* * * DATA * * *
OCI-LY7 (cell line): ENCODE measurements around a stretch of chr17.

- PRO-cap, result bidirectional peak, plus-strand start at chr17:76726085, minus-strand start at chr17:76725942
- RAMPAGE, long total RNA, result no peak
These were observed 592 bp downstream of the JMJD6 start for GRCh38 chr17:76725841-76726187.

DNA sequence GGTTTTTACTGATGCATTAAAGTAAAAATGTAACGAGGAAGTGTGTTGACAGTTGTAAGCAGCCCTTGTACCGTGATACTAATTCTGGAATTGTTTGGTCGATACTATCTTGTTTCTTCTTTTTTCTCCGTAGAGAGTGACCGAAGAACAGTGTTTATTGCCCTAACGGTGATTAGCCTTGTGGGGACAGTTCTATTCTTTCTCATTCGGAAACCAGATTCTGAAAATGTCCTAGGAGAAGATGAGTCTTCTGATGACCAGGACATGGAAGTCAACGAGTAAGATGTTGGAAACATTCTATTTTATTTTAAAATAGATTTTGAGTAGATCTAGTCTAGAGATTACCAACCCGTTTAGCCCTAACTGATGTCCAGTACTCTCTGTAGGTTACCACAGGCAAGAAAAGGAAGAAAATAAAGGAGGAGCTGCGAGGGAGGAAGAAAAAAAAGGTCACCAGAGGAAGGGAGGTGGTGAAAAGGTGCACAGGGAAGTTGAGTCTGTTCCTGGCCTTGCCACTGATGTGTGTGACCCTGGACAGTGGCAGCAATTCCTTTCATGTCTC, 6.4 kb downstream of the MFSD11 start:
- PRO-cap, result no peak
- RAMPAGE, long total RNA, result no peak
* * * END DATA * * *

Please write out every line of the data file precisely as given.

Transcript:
OCI-LY7 (cell line): ENCODE measurements around a stretch of chr17.

- PRO-cap, result bidirectional peak, plus-strand start at chr17:76726085, minus-strand start at chr17:76725942
- RAMPAGE, long total RNA, result no peak
These were observed 592 bp downstream of the JMJD6 start for GRCh38 chr17:76725841-76726187.

DNA sequence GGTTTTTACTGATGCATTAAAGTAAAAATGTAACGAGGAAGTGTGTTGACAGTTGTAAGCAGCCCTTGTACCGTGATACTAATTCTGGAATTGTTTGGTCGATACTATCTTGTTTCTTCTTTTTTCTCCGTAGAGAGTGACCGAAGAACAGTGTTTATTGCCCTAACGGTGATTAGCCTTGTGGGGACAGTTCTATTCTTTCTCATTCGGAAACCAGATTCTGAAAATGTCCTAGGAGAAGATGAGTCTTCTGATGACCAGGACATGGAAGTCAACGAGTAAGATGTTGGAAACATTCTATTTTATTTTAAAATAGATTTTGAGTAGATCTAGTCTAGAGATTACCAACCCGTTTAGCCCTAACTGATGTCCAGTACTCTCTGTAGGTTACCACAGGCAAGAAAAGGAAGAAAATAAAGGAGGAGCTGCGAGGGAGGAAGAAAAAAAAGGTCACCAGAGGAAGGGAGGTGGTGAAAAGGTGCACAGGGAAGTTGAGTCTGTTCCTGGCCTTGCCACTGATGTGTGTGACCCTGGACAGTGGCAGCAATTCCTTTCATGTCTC, 6.4 kb downstream of the MFSD11 start:
- PRO-cap, result no peak
- RAMPAGE, long total RNA, result no peak